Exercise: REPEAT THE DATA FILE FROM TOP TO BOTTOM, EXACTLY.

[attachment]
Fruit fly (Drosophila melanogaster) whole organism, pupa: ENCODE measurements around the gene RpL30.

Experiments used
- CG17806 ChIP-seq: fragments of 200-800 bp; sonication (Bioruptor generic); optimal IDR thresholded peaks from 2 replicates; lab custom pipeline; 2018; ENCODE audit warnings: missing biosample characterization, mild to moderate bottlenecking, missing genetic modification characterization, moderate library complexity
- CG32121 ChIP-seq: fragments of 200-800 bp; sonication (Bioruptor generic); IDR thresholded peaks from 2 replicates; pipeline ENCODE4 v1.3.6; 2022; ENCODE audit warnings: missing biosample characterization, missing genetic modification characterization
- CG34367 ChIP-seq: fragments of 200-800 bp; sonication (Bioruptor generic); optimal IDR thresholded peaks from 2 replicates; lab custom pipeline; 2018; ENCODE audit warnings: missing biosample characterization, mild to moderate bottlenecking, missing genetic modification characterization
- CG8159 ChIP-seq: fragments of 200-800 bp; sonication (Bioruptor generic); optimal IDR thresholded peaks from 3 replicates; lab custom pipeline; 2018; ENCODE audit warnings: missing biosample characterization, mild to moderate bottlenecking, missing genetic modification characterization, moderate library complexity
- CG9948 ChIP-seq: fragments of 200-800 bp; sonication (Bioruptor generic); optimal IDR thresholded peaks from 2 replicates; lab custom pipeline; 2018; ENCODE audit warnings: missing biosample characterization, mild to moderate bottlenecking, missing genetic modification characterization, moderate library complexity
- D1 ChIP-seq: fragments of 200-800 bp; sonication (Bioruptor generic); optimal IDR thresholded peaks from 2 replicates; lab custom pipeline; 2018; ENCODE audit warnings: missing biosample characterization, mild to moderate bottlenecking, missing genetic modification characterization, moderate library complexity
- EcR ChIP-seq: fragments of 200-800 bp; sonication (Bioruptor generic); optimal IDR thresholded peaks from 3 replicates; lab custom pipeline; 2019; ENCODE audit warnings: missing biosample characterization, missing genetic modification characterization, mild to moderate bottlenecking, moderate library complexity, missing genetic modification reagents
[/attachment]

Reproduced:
Fruit fly (Drosophila melanogaster) whole organism, pupa: ENCODE measurements around the gene RpL30.

Experiments used
- CG17806 ChIP-seq: fragments of 200-800 bp; sonication (Bioruptor generic); optimal IDR thresholded peaks from 2 replicates; lab custom pipeline; 2018; ENCODE audit warnings: missing biosample characterization, mild to moderate bottlenecking, missing genetic modification characterization, moderate library complexity
- CG32121 ChIP-seq: fragments of 200-800 bp; sonication (Bioruptor generic); IDR thresholded peaks from 2 replicates; pipeline ENCODE4 v1.3.6; 2022; ENCODE audit warnings: missing biosample characterization, missing genetic modification characterization
- CG34367 ChIP-seq: fragments of 200-800 bp; sonication (Bioruptor generic); optimal IDR thresholded peaks from 2 replicates; lab custom pipeline; 2018; ENCODE audit warnings: missing biosample characterization, mild to moderate bottlenecking, missing genetic modification characterization
- CG8159 ChIP-seq: fragments of 200-800 bp; sonication (Bioruptor generic); optimal IDR thresholded peaks from 3 replicates; lab custom pipeline; 2018; ENCODE audit warnings: missing biosample characterization, mild to moderate bottlenecking, missing genetic modification characterization, moderate library complexity
- CG9948 ChIP-seq: fragments of 200-800 bp; sonication (Bioruptor generic); optimal IDR thresholded peaks from 2 replicates; lab custom pipeline; 2018; ENCODE audit warnings: missing biosample characterization, mild to moderate bottlenecking, missing genetic modification characterization, moderate library complexity
- D1 ChIP-seq: fragments of 200-800 bp; sonication (Bioruptor generic); optimal IDR thresholded peaks from 2 replicates; lab custom pipeline; 2018; ENCODE audit warnings: missing biosample characterization, mild to moderate bottlenecking, missing genetic modification characterization, moderate library complexity
- EcR ChIP-seq: fragments of 200-800 bp; sonication (Bioruptor generic); optimal IDR thresholded peaks from 3 replicates; lab custom pipeline; 2019; ENCODE audit warnings: missing biosample characterization, missing genetic modification characterization, mild to moderate bottlenecking, moderate library complexity, missing genetic modification reagents